'Day of Rage' protests hit London during queen's speech

Published 22.06.2017 01:28
Updated 22.06.2017 01:29
Demonstrators gather in Shepherds Bush in west London to take part in an anti-government protest on June 21.
Demonstrators gather in Shepherds Bush in west London to take part in an anti-government protest on June 21.

‘Day of Rage' protests were organized across central London yesterday following a night of unrest as melee-armed youths rioted in the streets

Far-left protest organizers are being accused of exploiting the Grenfell Tower catastrophe for political purposes, calling for a government shut down and Prime Minister Theresa May's resignation. Organizers of the protest included a man convicted in the assault of then-Conservative Party Chairman Brian Mawhinney in 1995.

Prime Minister May is facing criticism for her response to last week's devastating fire at Grenfell Tower in west London, in the midst of an intense debate over the recent terror attacks in the city now overshadowed by cuts May has made to the police taskforce since her time as home secretary in 2010.

Far-left groups known as the "By All Means Necessary" and "Stand up to Racism," along with the London Socialist Party, will hold protests for much of the day in London, from 11:30 a.m. until around 6:00 p.m. local time. Protests were held at Sheperds Bush Green on Downing Street, where critics called for Prime Minister May to "go." London's Parliament Square also saw a number of naysayers standing to "protest the Queen's speech."

One far-left group blamed the "government" and "capitalism" for the Greenfell Tower disaster, posting on Facebook: "There will be no peace until this government is brought down."

The protests include calls for those who survived the blaze to be granted permanent residency status in the U.K. Labour Party leader Jeremy Corbyn went as far as proposing the seizure of private property from British citizens in order to house the homeless in Kensington and Chelsea.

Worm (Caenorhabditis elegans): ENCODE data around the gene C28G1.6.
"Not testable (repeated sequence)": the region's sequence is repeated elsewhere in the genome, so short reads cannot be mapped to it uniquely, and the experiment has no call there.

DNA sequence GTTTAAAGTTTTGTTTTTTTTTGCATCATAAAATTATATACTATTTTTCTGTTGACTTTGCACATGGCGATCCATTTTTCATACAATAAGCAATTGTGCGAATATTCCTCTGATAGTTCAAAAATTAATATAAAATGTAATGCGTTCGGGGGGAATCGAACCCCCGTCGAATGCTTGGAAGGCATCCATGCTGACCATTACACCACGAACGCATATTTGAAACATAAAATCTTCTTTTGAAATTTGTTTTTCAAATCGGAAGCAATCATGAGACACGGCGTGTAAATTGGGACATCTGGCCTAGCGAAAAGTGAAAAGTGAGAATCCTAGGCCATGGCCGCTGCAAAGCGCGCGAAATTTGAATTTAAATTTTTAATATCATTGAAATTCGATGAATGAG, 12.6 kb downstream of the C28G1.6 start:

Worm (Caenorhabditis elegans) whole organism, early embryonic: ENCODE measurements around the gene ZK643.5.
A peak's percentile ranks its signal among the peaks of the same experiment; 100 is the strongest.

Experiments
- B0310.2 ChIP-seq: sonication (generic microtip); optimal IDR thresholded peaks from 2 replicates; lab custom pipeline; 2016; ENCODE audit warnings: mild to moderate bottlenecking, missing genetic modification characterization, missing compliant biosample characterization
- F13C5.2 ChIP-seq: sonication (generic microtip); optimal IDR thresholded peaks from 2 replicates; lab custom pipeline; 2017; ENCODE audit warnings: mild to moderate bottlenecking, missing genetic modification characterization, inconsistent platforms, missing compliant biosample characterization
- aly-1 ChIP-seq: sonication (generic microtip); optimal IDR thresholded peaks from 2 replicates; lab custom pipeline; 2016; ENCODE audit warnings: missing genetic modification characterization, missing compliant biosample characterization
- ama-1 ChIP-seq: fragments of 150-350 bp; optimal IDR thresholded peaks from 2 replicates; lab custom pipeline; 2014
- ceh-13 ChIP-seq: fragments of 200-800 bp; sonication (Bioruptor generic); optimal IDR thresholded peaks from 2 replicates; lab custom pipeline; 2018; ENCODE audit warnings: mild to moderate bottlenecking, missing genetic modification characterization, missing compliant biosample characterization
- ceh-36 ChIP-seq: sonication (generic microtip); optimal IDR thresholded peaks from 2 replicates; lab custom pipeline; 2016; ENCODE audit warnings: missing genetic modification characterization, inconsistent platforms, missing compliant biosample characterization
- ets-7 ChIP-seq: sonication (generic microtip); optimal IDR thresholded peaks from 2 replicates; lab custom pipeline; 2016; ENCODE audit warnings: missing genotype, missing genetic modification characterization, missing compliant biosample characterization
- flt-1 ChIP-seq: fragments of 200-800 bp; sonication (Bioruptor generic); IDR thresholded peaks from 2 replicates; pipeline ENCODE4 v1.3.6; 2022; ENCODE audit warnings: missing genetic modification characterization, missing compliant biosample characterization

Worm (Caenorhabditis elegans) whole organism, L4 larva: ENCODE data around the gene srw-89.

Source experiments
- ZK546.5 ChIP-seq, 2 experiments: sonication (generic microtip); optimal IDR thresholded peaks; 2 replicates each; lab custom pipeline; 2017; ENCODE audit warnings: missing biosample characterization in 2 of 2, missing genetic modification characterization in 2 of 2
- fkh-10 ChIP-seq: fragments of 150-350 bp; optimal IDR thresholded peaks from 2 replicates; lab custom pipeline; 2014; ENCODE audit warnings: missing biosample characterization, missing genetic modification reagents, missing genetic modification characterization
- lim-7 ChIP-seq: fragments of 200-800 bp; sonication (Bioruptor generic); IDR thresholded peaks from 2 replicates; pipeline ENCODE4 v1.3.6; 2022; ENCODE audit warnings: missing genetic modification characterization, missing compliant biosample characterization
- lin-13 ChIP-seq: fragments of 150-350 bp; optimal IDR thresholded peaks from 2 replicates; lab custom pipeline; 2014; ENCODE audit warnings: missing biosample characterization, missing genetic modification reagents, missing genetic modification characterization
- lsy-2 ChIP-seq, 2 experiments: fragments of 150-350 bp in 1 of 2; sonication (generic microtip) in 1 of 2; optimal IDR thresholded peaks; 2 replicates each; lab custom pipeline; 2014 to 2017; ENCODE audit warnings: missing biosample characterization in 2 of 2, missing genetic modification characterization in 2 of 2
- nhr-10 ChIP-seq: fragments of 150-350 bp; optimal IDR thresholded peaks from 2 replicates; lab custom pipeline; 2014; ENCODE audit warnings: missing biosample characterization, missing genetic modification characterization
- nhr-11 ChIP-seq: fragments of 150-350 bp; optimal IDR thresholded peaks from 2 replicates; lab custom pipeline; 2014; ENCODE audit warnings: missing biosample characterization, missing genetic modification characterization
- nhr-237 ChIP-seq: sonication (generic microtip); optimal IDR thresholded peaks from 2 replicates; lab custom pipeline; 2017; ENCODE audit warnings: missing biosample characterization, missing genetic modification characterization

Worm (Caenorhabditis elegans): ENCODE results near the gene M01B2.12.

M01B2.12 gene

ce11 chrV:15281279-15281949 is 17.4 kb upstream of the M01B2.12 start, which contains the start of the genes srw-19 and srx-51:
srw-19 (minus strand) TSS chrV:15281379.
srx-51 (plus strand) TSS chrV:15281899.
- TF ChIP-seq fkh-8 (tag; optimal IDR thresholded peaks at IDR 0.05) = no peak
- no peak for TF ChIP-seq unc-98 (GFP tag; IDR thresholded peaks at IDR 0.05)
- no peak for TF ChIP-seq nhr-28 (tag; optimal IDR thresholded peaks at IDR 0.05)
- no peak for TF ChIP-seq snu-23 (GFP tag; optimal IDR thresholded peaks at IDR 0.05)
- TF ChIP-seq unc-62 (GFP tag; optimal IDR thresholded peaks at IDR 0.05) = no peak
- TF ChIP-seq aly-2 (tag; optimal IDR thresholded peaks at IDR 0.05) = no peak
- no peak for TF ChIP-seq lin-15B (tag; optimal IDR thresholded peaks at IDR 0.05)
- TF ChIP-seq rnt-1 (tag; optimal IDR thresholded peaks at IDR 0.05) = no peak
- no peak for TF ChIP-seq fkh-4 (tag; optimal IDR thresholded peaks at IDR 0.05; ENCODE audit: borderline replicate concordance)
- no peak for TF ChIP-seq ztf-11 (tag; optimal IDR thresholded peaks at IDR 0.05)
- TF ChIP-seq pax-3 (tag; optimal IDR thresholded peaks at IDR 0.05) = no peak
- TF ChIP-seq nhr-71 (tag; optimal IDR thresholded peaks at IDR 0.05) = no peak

The Clement James Centre, an educational charity organization, has denounced protest ringleaders, calling them "opportunistic."

"We cannot emphasize enough how vehemently opposed to this many of the affected residents we've spoken to are. They do not want their grief exploited for violent or destructive means," a spokesman for the charity organization said.

Age U.K., a charity for the elderly, as well as The Love Golborne Community on their website have also criticized the "Day of Rage" protests, saying the Grenfell Tower residents are "entirely opposed" to the outcry and do not want their grief exploited."

Meanwhile, delivering a speech at the state opening of British Parliament Wednesday, Queen Elizabeth II presented Brexit-focused legislative agenda from Conservative Prime Minister Theresa May's minority government.

"My government's priority is to secure the best possible deal as the country leaves the EU," the queen said during her speech, referring to the Brexit deal which will be debated in the elected lower house, the Commons, and the unelected upper house, the Lords.

The speech outlined plans for what the government has called the "Great Repeal Bill" which would incorporate EU law into British law after the U.K. leaves the EU, providing "certainty for individuals and businesses."

"This will be complemented by legislation to ensure that the U.K. emerges from Brexit in success, establishing new national policies on immigration, international sanctions, nuclear safeguards, agriculture and fisheries," Queen Elizabeth II said.

The queen went on to say that Prime Minister May's government will "seek to maintain a deep and special partnership with European allies and to forge new trading relationships across the globe."

The queen's speech also included mention of other bills, mostly Brexit-related, covering immigration, customs, trade, the aeronautics and space industry and data protection.

May has come under pressure from the opposition and Conservative lawmakers since the disappointing snap election on June 8 when she lost her majority in parliament, forcing May to rely on support from Northern Ireland's Democratic Unionist Party (DUP).

The DUP won 10 seats in the election, enough to provide May, whose conservatives won 318 seats, with a thin majority in the 650-seat parliament.

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